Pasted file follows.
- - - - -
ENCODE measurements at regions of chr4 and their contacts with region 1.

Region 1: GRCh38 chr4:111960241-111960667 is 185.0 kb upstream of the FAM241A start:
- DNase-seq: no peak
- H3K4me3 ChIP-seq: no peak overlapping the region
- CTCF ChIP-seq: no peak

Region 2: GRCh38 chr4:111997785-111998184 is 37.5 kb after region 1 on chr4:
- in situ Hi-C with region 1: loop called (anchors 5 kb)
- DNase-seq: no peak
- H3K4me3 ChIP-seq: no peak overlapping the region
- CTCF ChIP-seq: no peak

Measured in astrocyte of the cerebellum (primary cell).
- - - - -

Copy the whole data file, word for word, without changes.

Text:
ENCODE measurements at regions of chr4 and their contacts with region 1.

Region 1: GRCh38 chr4:111960241-111960667 is 185.0 kb upstream of the FAM241A start:
- DNase-seq: no peak
- H3K4me3 ChIP-seq: no peak overlapping the region
- CTCF ChIP-seq: no peak

Region 2: GRCh38 chr4:111997785-111998184 is 37.5 kb after region 1 on chr4:
- in situ Hi-C with region 1: loop called (anchors 5 kb)
- DNase-seq: no peak
- H3K4me3 ChIP-seq: no peak overlapping the region
- CTCF ChIP-seq: no peak

Measured in astrocyte of the cerebellum (primary cell).